such as fraud. 3-15 The common definition of materiality as it applies to accounting and. 3-17 The auditor's opinion may be qualified by scope limitations caused by client restrictions or by limitations resulting from conditions beyond the client's control. current liabilities. and highly material. for example. The former occurs when the client will not. Conditions that affect the auditor's determination of materiality include:    Potential users of the financial statements Dollar amounts of the following items: net income before taxes. 3-16 Materiality for lack of independence in audit reporting is easiest to define. For failure to follow GAAP. and owners' equity Nature of the potential misstatements—certain misstatements.14 (continued) Examples of situations that are appropriate for each type of opinion are as follows: OPINION TYPE Disclaimer EXAMPLE SITUATION Material physical inventories not observed and the inventory cannot be verified through other procedures. total assets. therefore.3. permit the auditor to confirm material receivables or physically observe inventories. are likely to be more important to users of the financial statements than other misstatements. If the auditor lacks independence as defined by the Code of Professional Conduct. there are three levels of materiality: immaterial. either the CPA is independent or not independent. The latter may occur when the engagement is not agreed upon until after the client's year-end when it may not be possible to physically observe inventories or confirm receivables. material. to audit reporting is: A misstatement in the financial statements can be considered material if knowledge of the misstatement would affect a decision of a reasonable user of the statements. That is. Lack of independence by the auditor. it is always considered highly material and therefore a disclaimer of opinion is always necessary. Qualified Inability to confirm the existence of an asset which is material but not extremely material in value. current assets. Adverse A highly material departure from GAAP. 3-5 .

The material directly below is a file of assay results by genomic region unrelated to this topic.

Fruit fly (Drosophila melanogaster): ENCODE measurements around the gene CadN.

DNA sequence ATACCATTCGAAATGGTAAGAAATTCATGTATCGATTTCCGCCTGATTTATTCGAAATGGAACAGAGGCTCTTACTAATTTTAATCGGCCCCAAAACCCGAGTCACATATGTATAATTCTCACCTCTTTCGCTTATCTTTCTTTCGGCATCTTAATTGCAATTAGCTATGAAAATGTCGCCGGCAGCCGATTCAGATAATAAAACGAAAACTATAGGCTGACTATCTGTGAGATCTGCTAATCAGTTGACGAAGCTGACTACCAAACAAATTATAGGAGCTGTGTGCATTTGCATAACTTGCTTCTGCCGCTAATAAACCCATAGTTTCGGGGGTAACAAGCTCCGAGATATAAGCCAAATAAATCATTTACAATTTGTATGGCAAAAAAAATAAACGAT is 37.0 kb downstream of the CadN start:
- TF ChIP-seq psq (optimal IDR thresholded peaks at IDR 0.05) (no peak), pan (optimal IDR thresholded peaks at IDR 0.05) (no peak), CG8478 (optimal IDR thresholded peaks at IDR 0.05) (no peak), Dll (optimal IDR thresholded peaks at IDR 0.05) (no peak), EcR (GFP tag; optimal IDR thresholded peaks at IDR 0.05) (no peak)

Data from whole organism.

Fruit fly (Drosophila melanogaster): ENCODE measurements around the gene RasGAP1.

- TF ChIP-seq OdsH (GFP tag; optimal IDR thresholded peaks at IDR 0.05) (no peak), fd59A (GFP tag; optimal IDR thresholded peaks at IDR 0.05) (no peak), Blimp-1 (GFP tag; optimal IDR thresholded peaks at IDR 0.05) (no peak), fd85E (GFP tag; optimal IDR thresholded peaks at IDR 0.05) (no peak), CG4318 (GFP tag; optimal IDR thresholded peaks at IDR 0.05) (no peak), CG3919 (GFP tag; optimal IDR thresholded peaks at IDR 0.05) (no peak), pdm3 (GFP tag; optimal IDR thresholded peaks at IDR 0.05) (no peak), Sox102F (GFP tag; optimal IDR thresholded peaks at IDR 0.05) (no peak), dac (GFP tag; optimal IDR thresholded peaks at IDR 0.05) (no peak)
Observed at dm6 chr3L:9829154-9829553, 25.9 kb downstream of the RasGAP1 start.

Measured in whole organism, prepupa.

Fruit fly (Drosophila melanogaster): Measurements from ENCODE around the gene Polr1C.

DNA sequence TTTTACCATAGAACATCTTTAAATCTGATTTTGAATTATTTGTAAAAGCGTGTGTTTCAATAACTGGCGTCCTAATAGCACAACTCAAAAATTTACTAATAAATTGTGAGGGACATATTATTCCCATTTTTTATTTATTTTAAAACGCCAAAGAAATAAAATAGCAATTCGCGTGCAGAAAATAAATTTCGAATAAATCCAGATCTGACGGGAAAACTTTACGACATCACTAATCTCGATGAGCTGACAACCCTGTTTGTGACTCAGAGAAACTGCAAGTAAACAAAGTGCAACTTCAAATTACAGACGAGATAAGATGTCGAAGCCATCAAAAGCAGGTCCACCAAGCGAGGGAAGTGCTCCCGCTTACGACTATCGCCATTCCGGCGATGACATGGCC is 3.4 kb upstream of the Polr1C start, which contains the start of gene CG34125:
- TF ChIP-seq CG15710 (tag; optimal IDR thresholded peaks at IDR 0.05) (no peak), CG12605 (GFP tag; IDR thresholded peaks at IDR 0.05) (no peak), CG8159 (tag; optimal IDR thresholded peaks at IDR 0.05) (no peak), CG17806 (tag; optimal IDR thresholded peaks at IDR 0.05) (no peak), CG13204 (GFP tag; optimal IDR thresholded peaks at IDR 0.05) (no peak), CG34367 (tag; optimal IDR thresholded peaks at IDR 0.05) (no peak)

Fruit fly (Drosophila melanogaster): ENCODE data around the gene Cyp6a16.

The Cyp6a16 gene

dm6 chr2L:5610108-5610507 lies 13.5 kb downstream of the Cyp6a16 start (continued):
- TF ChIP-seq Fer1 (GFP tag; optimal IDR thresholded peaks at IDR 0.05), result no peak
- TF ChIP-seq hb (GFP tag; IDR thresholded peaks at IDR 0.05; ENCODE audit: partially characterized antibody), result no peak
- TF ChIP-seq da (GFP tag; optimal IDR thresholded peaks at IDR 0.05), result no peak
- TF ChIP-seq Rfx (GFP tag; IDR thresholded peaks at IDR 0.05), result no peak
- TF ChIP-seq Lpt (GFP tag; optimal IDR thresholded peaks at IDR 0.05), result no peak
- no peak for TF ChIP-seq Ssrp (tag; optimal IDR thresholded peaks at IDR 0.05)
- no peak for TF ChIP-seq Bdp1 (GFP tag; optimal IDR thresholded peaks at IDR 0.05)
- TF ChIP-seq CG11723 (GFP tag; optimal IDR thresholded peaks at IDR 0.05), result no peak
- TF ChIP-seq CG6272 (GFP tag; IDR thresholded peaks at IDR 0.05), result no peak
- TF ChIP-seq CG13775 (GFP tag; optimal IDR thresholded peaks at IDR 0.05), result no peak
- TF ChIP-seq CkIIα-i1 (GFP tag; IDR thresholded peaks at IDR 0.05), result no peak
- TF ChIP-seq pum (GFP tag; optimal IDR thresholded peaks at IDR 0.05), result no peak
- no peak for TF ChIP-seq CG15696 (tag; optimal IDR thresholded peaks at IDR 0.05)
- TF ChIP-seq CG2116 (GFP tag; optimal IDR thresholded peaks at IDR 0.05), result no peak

3-20 The AICPA has such strict requirements on audit opinions when the auditor is not independent because it is important that stockholders and other third parties be absolutely assured that the auditor is unbiased throughout the entire engagement. A report qualified as to opinion only results when the auditor has accumulated sufficient appropriate evidence but has concluded that the financial statements are not correctly stated. If users develop the attitude that auditors are not independent of management. The only circumstance in which an opinion only qualification is appropriate is for material. For this reason. If the scope limitation is caused by the client's restriction the auditor should be aware that the reason for the restriction might be to deceive the auditor. a qualified opinion may be issued. An important part of a scope and opinion qualification is that it results from not accumulating sufficient audit evidence. a disclaimer is more likely for client restrictions than for conditions beyond anyone's control. usually due to the existence of conditions beyond the client's or the auditor's control. departures from GAAP. A qualified opinion is appropriate when the deviation from GAAP is material but not highly material. 3-21 When the auditor discovers more than one condition that requires a departure from or a modification of a standard unqualified report.3-17 (continued) A disclaimer of opinion is issued if the scope limitation is so material that the auditor cannot determine if the overall financial statements are fairly presented. In this situation the lack of independence overshadows the scope limitation. the scope limitation should not be mentioned. if not eliminated. An exception is when one condition neutralizes the other condition. qualified as to opinion only and adverse opinion. 3-18 A report with a scope and an opinion qualification is issued when the auditor can neither perform procedures that he or she considers necessary nor satisfy him or herself by using alternative procedures. the report should be modified for each condition. Determining which is appropriate depends entirely upon materiality. Accordingly. An example would be when the auditor is not independent and there is also a scope limitation. but not highly material. either because of the client's request or because of circumstances beyond anyone's control. but the amount involved in the financial statements is not highly material. When there is a scope restriction that results in the failure to verify material. This is more likely when the scope limitation is for conditions beyond the client's control than for restrictions by the client. An unqualified opinion is appropriate if the GAAP departure is immaterial (standard unqualified) or if the auditor agrees with the client's departure from GAAP (unqualified with explanatory paragraph). 3-6 . the adverse opinion is appropriate when the deviation is highly material. the value of the audit function will be greatly reduced. but not pervasive accounts. 3-19 The three alternative opinions that may be appropriate when the client's financial statements are not in accordance with GAAP are an unqualified opinion.